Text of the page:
Computerised delivery of objective tests offers interesting possibilities not available within paper based systems:
Electronic delivery of tests need not be restricted to MCQs, and the results recorded need not only be whether a response is right or wrong.
Consider the situation where a question has been posed, but the student is unable to get started. In a traditional setting (for a summative test) this student would be forced to omit this question and try another. In an electronic setting it is possible to include an option to provide a hint for the student. Most computer based assessment packages can operate in a choice of modes, perhaps described as tutorial or exam mode. The exact number of modes available varies from package to package, but four modes is not uncommon, each offering a different level of detailed feedback for the student, to assist them in reaching the correct answer, or explaining why their response was not correct.
Questions can be split up into several stages, and marks can be awarded at interim stages before a final answer is determined. Marks can be deducted if hints have been provided. For students who have made a slip, the computer can identify an error and offer the possibility of going back, correcting an interim answer and hence enabling the student to successfully reach the final stages of a question.
In addition to using electronic packages to create unique tests, it is possible to use the computer to generate different tests automatically.
Question banks : Electronic selection of questions from a bank has already been mentioned as one possibility for the electronic generation of tests. The creation of a question bank is a demanding task for a single individual, however, where several members of staff (possibly from different institutions) collaborate to share questions a large bank can be established relatively quickly. From this a huge number of different tests can be generated.
Randomisation of parameters : An alternative method of generating questions electronically is the use of parameters. The format of the question will be identical on every occasion, but one or more variables in the question is selected from a list of permitted values. These values may be entered when the question is created, or they may be generated by the computer, either randomly or according to some formula.
Feedback from students indicates that the opportunity to work through questions is often considered to be very helpful in identifying areas of weakness in their knowledge, or in developing a confidence in their understanding of a subject. Computerised delivery from a bank of questions or of randomly generated problems, supported by automated marking and feedback to the student is a flexible and efficient method of providing formative assessment, particularly where factual knowledge is an important component of the course.
Perhaps the most immediately obvious and most easily accessible use of technology to assist the assessment process is in the recording, analysis, general storage and management of results. A wide range of spreadsheets, statistical packages and database packages are available (e.g. Excel, Lotus 1-2-3, Dataease, SPSS, Minitab, Access), into which it is easy to enter data manually if results are not already in electronic form, though enormous care must be taken to avoid transcription errors when generating the data files. Most of these packages readily accept the transfer of electronically stored data from other applications, aiding data acquisition and increasing the potential data analysis that can be carried out.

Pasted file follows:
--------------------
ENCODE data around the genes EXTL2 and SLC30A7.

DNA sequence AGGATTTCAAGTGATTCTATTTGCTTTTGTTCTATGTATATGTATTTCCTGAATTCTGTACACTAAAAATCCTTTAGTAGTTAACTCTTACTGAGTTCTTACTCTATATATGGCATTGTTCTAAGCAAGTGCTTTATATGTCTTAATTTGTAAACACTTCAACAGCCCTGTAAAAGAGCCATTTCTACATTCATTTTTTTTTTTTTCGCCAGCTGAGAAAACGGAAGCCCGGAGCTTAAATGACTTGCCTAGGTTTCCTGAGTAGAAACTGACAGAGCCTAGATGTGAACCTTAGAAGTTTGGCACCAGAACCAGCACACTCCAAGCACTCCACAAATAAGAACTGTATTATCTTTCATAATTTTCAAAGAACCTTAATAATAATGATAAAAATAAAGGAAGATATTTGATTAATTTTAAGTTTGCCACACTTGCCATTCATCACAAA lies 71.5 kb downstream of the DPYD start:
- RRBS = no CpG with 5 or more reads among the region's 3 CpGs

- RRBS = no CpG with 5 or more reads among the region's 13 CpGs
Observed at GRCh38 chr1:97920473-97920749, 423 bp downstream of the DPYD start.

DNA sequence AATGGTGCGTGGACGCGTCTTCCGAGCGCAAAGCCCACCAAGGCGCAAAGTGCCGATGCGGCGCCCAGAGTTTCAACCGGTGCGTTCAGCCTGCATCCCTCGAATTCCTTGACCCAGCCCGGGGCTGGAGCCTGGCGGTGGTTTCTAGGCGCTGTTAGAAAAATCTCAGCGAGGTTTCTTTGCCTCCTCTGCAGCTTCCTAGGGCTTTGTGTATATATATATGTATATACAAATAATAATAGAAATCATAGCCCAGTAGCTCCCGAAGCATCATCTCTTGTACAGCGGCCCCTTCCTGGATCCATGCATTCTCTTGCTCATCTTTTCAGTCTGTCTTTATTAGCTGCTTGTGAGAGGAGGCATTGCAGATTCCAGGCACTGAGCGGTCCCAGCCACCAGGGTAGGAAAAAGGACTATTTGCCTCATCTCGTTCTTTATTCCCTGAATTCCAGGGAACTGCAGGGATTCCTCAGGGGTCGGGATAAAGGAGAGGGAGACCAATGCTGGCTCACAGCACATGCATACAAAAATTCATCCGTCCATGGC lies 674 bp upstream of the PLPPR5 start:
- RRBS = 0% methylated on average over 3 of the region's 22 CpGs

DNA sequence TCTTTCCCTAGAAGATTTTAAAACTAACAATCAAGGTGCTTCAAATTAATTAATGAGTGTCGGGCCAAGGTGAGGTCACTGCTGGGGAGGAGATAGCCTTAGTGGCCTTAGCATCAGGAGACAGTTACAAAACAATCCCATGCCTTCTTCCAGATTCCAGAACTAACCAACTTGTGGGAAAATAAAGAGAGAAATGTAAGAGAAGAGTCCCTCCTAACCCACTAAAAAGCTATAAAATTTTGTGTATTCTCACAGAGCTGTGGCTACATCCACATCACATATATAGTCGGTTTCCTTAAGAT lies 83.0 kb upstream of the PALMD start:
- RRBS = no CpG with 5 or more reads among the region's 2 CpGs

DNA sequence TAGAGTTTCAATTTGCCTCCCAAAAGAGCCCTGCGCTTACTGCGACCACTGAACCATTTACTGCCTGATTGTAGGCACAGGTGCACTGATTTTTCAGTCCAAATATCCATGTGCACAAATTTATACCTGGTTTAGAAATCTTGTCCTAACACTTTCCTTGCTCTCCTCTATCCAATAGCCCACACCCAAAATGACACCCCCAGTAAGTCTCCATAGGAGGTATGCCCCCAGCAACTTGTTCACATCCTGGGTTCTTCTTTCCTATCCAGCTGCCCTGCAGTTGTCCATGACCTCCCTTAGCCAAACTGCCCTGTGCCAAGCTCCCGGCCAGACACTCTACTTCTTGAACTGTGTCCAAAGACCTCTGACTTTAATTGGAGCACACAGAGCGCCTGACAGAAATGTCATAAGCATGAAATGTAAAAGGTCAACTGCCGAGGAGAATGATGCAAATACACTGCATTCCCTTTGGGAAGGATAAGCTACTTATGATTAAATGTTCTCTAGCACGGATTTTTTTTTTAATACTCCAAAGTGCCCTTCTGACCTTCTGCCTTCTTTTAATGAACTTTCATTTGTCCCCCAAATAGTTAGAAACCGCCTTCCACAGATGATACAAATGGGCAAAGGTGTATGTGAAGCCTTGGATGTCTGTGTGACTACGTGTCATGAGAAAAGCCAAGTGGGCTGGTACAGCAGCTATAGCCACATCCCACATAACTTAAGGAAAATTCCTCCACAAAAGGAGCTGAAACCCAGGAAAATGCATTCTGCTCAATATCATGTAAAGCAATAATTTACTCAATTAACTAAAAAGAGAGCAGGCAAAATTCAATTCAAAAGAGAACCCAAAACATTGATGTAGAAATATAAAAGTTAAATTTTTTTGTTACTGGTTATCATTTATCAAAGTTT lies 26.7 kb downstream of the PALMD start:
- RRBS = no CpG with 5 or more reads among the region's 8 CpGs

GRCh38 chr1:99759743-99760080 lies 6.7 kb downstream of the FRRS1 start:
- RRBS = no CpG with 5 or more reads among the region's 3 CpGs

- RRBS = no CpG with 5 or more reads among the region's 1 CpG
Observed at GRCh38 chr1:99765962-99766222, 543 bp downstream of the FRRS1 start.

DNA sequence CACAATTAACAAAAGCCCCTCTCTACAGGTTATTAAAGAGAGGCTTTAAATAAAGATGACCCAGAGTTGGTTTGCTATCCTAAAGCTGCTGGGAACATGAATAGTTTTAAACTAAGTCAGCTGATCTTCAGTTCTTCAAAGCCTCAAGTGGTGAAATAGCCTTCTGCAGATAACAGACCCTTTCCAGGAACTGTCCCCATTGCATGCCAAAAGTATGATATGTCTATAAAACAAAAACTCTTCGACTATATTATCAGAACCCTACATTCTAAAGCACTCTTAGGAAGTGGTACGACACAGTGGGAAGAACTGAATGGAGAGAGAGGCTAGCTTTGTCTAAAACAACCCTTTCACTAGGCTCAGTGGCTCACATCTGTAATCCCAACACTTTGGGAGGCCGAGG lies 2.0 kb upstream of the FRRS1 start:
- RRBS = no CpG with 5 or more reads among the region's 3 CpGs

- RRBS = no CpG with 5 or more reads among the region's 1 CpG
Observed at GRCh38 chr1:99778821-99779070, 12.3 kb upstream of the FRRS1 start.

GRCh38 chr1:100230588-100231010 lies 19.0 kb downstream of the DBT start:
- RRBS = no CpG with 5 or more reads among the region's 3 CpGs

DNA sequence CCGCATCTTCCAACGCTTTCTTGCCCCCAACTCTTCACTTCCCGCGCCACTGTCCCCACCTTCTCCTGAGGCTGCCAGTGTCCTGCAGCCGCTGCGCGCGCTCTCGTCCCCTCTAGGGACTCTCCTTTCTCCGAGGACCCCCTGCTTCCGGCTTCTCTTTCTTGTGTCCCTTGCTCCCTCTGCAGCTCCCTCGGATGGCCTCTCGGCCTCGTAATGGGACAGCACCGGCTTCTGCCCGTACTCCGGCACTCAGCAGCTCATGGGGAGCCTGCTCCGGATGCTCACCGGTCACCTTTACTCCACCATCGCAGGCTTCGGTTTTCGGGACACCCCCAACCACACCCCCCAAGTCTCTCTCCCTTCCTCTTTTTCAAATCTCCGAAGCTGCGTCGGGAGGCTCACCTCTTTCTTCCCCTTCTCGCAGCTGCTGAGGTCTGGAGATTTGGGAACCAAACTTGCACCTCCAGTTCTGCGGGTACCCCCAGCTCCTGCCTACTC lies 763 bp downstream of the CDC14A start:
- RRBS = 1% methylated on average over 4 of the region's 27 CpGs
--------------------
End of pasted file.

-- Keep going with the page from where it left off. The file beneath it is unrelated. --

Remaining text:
Results from several assessments, courses or modules can be collated quickly, easily and accurately for discussion at examination boards, and the volume of paper required for long term storage can be dramatically reduced. Further, any trends within the data can be fully explored, which in turn provides valuable feedback for the academic team.
It is sometimes useful to record data other than how many right answers the student is able to achieve, particularly when the assessment is formative.
The use of interim stages in a problem to provide feedback and guidance to students has already been mentioned. Some computer based assessment packages record all the interim responses from the students into a file, which is available to the tutor for diagnostic purposes, if required. Other packages require students to log on before using a package, so that frequency of usage of the package can be monitored. Another practice is to record the length of time for which students are logged onto the system. This can be helpful in identifying students who achieve high scores, but only when they have a lot of time to do so, compared with students who may score less highly, but who spend very little time on the test.
As outlined above other information relating to the path a student followed through a package, the frequency of usage and the time taken to complete sections can be stored. Although this can provide teachers with useful information it can often cause concern to students if they have had to enter identifying information before accessing the package. Some students are anxious about the use to which such information will be put. However if students are informed when given operating instructions for the package of the use to which information will be put then this anxiety is usually alleviated and students will feel happier and more motivated to use the software particularly for formative assessment purposes.